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Bel Canto


Stars: Julianne Moore, Ken Watanabe, Sebastian Koch, Christopher Lambert, Ryo Kase, Olek Krupa, Tenoch Huerta, Maria Mercedes Coroy

Director: Paul Weitz

A somewhat offbeat aspect of this suitably stressful but not always entirely plausible hostage thriller, based on Ann Patchett's 2001 best-selling novel, is perhaps that is it co-written (with Anthony Weintraub) and directed by Weitz who, best known for helming such coarse comedies as American Pie and Little Fockers.

Moore makes the most of her centre screen role as a celebrated American soprano who travels to South America to give a private concert for Japanese industrialist Watanabe. Her visit hits the wrong notes, however when Watanabe's mansion is taken over by rebel guerrillas who seek the release of an imprisoned comrade.

Unfortunately for the invaders, they miss out on their target, the country's President, who has decided to home to watch his favourite television show.

Cue what is essentially a slick, suspenseful enough Hollywood-style riff on the Stockholm Syndrome, where hostages and terrorists start to bond while Red Cross German negotiator Koch works to end the situation. A subplot that sees Moore and Watanabe embark on an affair and some of the guerrillas finding unlikely romantic ties might, for a cynic, suggest that a hostage situation could well serve as an unexpected aphrodisiac for hostages and terrorists alike.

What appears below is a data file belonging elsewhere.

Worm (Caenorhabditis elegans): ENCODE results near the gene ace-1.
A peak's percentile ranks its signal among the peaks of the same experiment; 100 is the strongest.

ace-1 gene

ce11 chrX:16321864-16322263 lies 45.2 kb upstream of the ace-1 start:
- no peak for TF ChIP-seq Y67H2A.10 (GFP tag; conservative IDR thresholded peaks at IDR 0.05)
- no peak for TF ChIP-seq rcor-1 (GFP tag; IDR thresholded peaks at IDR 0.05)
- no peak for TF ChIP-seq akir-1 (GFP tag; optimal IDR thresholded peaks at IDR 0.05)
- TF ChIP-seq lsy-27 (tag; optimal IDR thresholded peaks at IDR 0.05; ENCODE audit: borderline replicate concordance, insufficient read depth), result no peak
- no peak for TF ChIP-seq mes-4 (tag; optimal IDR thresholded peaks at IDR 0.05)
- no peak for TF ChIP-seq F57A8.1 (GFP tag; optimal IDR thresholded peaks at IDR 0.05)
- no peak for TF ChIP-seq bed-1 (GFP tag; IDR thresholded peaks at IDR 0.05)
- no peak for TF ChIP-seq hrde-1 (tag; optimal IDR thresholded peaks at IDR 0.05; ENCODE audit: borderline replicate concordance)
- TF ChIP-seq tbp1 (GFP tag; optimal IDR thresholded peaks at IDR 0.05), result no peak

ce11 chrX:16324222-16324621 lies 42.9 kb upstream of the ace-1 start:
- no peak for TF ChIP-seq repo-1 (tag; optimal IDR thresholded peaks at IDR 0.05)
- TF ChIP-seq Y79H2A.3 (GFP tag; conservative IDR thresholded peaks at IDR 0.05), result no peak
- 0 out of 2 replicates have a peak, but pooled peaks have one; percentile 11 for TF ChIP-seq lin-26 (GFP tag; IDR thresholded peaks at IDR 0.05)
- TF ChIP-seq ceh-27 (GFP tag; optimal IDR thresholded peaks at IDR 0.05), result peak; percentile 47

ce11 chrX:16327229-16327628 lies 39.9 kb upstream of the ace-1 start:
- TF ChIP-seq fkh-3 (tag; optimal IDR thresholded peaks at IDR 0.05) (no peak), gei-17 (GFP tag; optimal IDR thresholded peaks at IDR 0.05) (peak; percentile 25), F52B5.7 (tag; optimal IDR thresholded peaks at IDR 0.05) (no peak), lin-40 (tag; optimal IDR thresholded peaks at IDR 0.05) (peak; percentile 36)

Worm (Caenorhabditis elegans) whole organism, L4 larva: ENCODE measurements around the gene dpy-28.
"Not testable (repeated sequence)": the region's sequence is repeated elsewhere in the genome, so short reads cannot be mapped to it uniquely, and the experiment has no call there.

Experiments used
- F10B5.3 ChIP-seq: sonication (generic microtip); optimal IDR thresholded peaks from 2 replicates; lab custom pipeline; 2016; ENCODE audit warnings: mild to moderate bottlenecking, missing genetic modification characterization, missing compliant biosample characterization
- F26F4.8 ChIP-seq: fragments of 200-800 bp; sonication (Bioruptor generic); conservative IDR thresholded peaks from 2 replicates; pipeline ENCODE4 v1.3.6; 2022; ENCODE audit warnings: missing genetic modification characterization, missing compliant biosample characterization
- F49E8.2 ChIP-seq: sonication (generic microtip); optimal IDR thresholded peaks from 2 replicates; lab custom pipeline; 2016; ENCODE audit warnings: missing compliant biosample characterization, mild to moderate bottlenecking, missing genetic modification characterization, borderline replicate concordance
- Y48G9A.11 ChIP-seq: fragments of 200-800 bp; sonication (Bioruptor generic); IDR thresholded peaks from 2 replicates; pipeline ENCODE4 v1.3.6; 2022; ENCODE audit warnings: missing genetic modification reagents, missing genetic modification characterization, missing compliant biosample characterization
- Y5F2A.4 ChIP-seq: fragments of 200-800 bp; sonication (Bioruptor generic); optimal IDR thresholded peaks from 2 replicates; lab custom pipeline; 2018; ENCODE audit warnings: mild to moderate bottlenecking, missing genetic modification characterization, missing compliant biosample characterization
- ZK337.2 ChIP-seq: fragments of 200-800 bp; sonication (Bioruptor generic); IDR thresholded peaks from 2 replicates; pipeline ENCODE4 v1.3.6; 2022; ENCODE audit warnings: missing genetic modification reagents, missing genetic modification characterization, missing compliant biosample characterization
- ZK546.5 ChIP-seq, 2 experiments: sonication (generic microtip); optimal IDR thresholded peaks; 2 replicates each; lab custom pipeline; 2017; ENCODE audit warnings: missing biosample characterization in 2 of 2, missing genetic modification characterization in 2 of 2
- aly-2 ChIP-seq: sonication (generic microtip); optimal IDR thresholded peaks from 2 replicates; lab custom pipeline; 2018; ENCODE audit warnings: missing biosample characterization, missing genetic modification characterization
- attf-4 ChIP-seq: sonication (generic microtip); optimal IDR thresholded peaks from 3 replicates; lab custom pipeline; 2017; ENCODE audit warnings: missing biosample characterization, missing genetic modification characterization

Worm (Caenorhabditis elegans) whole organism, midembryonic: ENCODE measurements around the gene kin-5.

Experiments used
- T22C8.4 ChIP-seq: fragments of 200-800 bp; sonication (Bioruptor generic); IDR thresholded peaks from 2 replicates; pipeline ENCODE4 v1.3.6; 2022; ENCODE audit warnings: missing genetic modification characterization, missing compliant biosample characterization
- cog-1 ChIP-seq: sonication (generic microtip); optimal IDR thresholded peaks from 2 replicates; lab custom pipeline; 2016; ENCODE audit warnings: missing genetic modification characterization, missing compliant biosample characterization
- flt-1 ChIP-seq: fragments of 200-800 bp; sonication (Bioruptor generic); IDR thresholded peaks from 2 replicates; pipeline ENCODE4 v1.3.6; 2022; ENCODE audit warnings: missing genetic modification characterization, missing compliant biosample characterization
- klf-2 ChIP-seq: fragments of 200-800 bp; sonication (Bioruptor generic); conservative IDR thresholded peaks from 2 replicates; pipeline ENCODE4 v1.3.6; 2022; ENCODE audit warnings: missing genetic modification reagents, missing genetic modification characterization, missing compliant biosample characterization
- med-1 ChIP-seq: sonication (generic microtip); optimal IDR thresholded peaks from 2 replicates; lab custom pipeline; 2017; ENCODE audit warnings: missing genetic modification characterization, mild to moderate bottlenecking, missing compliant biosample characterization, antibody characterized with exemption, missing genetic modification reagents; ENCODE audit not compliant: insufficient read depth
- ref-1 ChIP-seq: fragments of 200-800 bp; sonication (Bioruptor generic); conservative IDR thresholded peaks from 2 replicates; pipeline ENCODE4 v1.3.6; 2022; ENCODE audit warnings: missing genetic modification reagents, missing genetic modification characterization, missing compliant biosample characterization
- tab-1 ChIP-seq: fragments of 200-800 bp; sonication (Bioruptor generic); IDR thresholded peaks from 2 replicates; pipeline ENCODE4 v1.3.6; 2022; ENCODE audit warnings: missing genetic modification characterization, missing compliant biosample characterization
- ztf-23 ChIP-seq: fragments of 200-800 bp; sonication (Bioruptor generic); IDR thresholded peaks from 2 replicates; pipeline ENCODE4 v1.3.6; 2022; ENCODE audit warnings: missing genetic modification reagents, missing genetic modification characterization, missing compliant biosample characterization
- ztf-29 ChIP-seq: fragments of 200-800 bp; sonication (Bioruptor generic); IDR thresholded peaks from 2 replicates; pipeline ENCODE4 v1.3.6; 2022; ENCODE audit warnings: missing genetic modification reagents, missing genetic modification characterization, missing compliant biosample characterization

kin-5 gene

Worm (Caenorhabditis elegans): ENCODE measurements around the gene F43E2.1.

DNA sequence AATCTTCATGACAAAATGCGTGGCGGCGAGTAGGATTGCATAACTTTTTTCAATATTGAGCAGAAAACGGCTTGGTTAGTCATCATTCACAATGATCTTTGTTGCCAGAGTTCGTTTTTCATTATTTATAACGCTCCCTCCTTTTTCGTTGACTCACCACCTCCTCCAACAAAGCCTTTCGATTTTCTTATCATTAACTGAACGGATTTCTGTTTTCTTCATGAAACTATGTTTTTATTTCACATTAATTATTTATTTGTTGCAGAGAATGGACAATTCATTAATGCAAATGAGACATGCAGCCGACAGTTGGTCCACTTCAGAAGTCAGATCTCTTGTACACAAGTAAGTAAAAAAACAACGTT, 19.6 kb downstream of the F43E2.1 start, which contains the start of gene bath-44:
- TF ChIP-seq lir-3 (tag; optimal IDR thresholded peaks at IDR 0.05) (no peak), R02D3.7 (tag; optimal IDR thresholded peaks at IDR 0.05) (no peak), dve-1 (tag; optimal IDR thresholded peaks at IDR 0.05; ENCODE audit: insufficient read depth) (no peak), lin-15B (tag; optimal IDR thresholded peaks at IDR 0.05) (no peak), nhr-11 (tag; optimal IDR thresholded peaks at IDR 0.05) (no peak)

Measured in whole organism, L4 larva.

Moore makes the most of her leading role and is well served lip-synching to the superb singing of opera star Renee Fleming, and other performances are suitably effective if hardly outstanding. Mexico City stands in effectively for Peru, the location of the original novel, while a Yonkers mansion serves splendidly for the interiors of Watanabe's palatial home.

Alan Frank

USA 2019. UK Distributor: Vertigo. Colour.
100 minutes. Widescreen. UK certificate: 15.

Guidance ratings (out of 3): Sex/nudity 1, Violence/Horror 2, Drugs 1, Swearing 2.

Review date: 24 Apr 2019